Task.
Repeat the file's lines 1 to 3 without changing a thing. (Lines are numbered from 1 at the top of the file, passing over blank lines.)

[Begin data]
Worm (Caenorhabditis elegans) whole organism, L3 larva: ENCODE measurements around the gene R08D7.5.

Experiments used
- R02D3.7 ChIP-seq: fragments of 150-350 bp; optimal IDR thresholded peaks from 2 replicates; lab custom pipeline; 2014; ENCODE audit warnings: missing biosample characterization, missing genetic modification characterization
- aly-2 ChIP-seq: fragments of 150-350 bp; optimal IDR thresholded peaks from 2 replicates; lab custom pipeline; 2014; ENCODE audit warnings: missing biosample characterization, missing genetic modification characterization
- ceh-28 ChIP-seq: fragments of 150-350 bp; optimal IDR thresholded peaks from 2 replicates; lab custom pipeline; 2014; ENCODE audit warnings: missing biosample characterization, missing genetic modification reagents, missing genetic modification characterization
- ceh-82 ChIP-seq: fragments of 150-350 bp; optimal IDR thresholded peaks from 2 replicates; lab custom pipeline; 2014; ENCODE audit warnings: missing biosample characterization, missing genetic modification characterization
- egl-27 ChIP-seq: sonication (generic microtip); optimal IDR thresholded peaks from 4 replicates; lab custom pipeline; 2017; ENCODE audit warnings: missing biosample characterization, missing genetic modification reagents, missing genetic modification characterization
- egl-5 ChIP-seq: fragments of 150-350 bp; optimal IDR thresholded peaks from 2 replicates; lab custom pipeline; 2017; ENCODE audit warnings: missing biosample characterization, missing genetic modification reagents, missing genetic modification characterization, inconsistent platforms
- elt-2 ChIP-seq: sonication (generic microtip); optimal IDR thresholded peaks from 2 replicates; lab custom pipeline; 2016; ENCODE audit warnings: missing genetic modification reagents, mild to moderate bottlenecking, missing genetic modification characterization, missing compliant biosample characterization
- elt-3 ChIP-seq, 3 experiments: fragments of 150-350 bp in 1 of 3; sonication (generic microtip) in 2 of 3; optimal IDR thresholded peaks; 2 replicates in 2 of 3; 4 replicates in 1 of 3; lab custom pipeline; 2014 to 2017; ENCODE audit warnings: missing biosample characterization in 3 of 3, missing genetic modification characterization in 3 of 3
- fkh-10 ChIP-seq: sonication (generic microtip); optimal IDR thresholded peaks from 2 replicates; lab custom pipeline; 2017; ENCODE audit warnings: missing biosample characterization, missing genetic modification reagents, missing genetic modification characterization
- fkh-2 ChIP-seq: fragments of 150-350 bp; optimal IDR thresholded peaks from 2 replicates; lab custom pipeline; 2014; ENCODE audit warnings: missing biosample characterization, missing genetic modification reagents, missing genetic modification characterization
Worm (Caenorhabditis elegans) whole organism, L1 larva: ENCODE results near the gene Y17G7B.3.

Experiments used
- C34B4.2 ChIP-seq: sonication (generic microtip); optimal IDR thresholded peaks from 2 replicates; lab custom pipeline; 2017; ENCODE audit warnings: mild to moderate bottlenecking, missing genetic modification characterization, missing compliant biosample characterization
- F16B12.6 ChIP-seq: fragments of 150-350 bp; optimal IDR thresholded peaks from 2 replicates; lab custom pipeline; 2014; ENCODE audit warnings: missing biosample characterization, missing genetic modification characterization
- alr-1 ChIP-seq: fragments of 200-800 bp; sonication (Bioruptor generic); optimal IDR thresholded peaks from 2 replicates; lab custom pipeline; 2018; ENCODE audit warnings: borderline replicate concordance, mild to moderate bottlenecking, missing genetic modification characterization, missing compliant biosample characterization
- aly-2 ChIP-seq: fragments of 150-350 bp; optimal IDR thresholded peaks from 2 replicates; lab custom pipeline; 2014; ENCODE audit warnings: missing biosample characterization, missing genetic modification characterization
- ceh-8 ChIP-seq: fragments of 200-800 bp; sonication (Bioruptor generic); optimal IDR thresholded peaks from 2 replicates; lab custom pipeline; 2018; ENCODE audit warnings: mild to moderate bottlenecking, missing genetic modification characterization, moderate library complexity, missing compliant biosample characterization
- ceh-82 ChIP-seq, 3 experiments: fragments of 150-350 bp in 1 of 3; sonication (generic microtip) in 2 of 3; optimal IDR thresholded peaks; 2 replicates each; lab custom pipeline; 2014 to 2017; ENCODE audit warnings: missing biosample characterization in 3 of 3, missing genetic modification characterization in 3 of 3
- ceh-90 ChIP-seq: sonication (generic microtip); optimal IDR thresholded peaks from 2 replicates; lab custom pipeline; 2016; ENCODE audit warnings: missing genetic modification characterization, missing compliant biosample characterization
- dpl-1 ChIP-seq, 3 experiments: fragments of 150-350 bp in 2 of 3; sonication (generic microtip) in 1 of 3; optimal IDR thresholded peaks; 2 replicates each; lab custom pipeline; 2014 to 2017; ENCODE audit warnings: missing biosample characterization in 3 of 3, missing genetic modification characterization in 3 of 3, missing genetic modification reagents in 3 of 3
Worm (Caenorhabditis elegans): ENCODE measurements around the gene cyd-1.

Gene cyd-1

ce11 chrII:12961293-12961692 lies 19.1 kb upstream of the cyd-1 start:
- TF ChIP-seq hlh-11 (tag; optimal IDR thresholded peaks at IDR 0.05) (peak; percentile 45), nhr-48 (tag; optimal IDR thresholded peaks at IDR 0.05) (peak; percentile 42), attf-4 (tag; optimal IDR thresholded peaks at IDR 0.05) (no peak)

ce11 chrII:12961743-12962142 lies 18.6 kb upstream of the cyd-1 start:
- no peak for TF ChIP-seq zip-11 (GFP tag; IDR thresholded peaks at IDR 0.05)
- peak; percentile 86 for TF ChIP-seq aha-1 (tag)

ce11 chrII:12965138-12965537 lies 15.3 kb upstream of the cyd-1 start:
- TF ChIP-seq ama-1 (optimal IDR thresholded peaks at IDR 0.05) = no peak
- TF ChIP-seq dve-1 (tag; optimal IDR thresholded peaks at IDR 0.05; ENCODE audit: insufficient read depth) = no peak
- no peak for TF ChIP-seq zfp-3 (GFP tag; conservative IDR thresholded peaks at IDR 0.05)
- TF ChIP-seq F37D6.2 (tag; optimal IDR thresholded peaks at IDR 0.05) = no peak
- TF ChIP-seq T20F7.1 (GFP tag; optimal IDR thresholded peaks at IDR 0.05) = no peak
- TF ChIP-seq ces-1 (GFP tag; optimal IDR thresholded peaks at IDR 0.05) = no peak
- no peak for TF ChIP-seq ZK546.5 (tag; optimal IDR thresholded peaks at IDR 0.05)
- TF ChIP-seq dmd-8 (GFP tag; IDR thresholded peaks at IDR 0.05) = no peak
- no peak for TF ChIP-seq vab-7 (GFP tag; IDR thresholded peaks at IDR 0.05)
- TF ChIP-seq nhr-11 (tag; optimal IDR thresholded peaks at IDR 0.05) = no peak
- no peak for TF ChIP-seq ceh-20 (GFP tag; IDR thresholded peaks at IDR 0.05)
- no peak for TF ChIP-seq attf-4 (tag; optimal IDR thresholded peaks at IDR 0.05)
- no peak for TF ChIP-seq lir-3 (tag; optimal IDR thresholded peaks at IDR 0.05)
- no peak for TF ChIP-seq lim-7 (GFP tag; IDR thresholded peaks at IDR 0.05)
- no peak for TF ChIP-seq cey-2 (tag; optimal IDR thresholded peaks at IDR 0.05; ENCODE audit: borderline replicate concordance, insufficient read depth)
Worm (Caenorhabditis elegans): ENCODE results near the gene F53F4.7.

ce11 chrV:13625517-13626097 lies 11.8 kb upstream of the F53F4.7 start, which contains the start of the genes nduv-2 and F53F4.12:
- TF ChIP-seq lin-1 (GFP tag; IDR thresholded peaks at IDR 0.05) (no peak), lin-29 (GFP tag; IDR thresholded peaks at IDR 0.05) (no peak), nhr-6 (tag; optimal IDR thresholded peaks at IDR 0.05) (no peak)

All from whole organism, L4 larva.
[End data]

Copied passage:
Worm (Caenorhabditis elegans) whole organism, L3 larva: ENCODE measurements around the gene R08D7.5.

Experiments used
- R02D3.7 ChIP-seq: fragments of 150-350 bp; optimal IDR thresholded peaks from 2 replicates; lab custom pipeline; 2014; ENCODE audit warnings: missing biosample characterization, missing genetic modification characterization